May 11, 2024

Kilnave and Loch Gruinart

The last full day on Islay presented the opportunity to explore further around the Kilchoman Distillery and venture around Loch Gruinart in search of the Kilnave Chapel and cross.  They are almost invisible from the narrow, single-track road we traveled along and therefore sometimes overlooked if you are not specifically watching out for them.  They sit within an old but still used churchyard overlooking the loch, which looks more like a huge mud flat than a loch.  It is a few hundred metres from the road to the church through a sheep pasture full of ewes and their new lambs.  The church is thought to have been built in the 1300’s or early 1400’s, during the period when the Lords of the Isles were at their height, and was part of the Kilchoman parish. Little remains of the Kilnave Cross which is carved only on one side and believed to resemble an 11th century cross found at Kiells Chapel in Knapdale in the west Highlands.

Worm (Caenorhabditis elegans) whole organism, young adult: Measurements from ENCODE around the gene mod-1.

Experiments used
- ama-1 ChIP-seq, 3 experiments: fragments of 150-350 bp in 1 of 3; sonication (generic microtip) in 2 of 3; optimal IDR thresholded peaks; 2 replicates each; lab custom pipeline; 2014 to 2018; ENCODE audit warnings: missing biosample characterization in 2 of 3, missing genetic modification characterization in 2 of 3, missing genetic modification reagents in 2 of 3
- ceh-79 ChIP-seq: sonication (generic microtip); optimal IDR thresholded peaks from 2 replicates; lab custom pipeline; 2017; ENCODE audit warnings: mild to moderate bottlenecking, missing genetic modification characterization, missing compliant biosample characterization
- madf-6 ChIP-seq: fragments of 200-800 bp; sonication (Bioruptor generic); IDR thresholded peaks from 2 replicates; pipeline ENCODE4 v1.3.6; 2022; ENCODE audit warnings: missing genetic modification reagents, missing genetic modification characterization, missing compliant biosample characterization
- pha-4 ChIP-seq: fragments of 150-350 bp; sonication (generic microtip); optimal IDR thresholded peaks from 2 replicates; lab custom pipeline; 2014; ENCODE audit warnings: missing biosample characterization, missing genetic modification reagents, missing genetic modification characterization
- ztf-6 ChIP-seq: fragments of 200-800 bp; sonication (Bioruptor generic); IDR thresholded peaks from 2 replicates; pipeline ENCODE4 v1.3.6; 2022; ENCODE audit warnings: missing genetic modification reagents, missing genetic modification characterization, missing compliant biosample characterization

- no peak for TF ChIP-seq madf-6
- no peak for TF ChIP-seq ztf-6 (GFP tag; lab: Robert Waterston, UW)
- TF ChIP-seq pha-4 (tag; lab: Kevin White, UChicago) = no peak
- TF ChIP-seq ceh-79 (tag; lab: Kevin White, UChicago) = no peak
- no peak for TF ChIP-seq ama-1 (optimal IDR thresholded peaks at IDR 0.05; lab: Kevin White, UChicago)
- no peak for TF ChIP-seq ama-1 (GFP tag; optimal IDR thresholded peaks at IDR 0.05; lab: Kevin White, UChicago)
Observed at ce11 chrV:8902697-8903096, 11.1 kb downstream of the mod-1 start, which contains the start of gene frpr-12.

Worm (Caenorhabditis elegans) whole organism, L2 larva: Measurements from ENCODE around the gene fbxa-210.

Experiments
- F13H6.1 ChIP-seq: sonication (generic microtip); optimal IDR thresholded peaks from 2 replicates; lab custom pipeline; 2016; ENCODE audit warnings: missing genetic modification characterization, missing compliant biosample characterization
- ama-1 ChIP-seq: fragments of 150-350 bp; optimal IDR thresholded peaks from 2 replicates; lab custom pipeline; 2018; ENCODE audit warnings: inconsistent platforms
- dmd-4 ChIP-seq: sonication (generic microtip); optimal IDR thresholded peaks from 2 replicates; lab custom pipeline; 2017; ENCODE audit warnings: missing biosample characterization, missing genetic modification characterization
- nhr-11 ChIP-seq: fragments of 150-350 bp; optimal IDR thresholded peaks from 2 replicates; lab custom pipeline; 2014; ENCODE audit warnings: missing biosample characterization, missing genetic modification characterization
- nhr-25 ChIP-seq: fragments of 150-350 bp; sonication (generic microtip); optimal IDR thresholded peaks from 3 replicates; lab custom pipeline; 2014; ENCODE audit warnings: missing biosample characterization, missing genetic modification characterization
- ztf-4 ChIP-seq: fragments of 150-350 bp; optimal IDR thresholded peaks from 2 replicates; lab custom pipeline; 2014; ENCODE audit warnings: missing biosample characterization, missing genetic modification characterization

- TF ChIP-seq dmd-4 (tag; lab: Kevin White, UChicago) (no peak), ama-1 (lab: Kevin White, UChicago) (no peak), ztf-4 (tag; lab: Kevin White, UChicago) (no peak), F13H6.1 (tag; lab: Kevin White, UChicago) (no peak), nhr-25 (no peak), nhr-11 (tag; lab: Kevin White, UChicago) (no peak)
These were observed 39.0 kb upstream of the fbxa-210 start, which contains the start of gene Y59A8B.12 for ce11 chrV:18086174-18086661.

The cemetery contains ancient and modern graves including grave slabs.  Many of the grave stones provide a history of a family recorded on the headstones.  Several show that in several families many of the children did not survive into adolescence, even in the 1800’s.  The famous battle of Gruinart was fought on this site in 1598 and was the last big Clan battle on the Isle of Islay.  It was fought between Sir Lachlan Mor MacLean, the 14th Chief of Duart and his nephew Sir John MacDonald of Islay.  When the battle was over, 30 MacLeans sought sanctuary in Kilnave Chapel praying that the MacDonalds would respect the holy ground.  They did not – instead setting fire to the roof and killing all inside except one man who escaped.